Jo once told me that she worried she might die on the same day that the baby arrived; but that didn’t happen. The little one diplomatically stayed put and made her appearance 10 days later. For weeks,  worlds were colliding, and our letter box was a mix of condolence letters and cards of congratulations.  

Time does soften loss and when I think about her, I can laugh about the daft things we did together and her feistiness. But I particularly miss her when I want to ask for her opinion and feel sad and regret the extra years we could have had together.   Losing a sibling for me, feels as though I have had a limb amputated.    

But in all the sadness, an abiding and comforting memory I hold is of my nearly 90 year old Mum; having just lost her beloved youngest child, holding her first great-grandchild in her arms and smiling up at me.


I totally respect the individual’s choice regarding assisted dying, and if push came to shove, I hope it is there should I ever want it.   But I am grateful we found a way to ensure that Jo was well-supported to the end so her death did not include that and there needs to be more Annies in this world.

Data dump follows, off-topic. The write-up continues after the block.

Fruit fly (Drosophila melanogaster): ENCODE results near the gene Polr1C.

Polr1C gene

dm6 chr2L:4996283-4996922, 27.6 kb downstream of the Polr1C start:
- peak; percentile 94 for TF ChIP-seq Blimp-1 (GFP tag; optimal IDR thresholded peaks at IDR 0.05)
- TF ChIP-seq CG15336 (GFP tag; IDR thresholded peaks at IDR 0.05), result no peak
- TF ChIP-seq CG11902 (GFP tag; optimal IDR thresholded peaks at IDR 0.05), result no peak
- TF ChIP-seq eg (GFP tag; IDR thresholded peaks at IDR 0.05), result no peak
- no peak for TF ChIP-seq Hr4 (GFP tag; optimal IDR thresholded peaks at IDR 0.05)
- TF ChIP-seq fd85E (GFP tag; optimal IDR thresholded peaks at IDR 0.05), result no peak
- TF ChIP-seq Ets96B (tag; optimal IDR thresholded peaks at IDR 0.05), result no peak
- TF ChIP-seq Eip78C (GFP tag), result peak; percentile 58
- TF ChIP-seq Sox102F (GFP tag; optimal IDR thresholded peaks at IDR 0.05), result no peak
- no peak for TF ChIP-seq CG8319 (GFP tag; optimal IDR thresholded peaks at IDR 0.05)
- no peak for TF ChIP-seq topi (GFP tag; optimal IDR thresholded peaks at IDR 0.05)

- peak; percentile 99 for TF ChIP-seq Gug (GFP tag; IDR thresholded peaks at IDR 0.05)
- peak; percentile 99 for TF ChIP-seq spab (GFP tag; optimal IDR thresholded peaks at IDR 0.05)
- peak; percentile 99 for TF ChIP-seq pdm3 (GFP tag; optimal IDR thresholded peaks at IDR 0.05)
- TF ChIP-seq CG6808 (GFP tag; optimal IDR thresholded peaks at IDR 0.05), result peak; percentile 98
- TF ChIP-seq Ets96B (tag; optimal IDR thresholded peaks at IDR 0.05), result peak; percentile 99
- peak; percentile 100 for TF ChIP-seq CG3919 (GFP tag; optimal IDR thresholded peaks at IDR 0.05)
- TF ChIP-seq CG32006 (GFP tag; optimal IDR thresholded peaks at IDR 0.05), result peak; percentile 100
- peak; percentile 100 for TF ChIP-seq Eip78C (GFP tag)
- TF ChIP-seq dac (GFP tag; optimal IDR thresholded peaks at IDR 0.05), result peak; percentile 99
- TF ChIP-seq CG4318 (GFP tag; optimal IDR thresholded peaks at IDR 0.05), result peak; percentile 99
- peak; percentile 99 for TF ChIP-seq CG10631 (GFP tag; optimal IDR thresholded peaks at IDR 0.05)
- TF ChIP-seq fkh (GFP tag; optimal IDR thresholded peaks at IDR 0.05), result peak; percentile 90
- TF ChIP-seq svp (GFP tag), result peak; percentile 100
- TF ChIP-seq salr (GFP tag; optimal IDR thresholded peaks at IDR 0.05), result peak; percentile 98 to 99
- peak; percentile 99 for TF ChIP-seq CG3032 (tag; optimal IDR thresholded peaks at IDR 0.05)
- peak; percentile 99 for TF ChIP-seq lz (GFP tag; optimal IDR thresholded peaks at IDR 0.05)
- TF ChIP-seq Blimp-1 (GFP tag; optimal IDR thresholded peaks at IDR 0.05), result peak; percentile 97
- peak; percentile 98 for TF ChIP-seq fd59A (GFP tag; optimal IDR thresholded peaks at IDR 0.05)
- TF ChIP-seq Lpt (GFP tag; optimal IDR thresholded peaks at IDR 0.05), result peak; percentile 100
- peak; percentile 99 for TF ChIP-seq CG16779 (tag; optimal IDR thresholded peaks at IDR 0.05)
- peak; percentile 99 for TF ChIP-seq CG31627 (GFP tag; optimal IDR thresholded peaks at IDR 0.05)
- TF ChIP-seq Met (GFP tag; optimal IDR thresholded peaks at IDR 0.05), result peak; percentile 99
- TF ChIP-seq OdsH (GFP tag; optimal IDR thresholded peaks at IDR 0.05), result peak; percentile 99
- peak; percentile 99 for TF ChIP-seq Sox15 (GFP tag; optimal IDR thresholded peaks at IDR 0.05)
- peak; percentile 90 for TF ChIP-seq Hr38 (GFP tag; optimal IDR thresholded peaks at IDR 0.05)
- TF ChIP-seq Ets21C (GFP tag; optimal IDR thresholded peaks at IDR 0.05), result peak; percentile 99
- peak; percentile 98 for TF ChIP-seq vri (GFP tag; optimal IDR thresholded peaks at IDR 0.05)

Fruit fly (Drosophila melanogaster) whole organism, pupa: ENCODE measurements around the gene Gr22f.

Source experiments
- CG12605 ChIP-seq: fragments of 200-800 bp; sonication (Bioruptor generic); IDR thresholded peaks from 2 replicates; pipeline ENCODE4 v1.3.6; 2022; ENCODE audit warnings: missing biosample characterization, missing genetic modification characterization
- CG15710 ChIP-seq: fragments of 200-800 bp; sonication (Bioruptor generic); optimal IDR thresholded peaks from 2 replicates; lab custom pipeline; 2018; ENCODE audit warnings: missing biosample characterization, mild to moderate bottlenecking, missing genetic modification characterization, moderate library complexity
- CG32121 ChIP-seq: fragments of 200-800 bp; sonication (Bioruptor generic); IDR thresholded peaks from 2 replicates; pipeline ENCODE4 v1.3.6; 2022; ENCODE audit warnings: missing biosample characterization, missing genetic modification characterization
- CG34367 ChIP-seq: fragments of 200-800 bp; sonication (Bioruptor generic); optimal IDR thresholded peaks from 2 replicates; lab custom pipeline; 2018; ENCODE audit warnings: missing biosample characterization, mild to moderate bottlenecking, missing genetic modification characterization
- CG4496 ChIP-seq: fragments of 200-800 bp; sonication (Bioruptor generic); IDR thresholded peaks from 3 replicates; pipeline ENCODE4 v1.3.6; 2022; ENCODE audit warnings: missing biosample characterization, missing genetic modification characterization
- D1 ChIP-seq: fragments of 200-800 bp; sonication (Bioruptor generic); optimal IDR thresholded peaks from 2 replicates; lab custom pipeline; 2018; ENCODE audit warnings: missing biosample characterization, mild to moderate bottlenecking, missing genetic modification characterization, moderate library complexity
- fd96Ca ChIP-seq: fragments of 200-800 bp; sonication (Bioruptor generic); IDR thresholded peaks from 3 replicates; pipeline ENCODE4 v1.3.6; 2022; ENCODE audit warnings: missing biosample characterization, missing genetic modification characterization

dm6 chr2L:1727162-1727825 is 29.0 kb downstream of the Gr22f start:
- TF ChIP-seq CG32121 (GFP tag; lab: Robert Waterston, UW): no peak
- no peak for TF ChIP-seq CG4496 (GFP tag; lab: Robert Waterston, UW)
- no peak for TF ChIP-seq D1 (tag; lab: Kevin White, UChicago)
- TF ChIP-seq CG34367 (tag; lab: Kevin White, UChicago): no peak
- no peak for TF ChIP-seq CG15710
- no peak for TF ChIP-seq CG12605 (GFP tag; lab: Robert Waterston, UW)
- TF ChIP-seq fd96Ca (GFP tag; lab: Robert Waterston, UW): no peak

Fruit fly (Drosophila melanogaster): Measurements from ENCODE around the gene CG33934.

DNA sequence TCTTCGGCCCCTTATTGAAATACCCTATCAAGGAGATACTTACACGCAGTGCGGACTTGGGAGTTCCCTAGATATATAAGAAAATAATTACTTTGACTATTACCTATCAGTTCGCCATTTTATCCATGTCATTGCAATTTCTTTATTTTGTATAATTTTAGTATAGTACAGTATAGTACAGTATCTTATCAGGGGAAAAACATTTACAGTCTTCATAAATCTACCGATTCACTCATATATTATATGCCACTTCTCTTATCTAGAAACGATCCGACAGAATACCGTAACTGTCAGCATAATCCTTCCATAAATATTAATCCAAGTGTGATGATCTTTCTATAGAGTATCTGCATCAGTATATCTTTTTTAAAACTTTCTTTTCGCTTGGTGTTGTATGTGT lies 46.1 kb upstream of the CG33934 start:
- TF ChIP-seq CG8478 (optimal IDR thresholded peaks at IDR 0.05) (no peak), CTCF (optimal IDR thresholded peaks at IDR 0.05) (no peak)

As part of her legacy, the family worked with the hospice, funding advanced communication training to ensure staff, from consultants down would be confident to have open and supportive conversations  with those who are at the end of life.   Over 200 people connected with the hospice have done this training to date, which should have long lasting benefits and we are sure that Jo would approve.

Today, Jackie remains clear of cancer.  We still question whether Jo could have been picked up earlier and poignantly acknowledge that it was through Jo’s diagnosis and Jackie’s intuition to get checked that her ovarian cancer was caught early. 

Jeff’s lymphoma became systemic in 2020, but due to advances in medical care, he was able to have treatment that wasn’t available 10 years ago and is doing well again.

However, ovarian cancer still tragically takes the lives of over 4,000 women in the UK each year. There is still no screening programme for the disease and there needs to be better awareness of the signs and symptoms, and investment into research to improve outcomes for those diagnosed. They can’t come too soon.


If you would like to talk about any of the topics mentioned in this article, please call the Ovacome support line on 0800 008 7054 or email [email protected] (Monday to Friday, 10am to 5pm).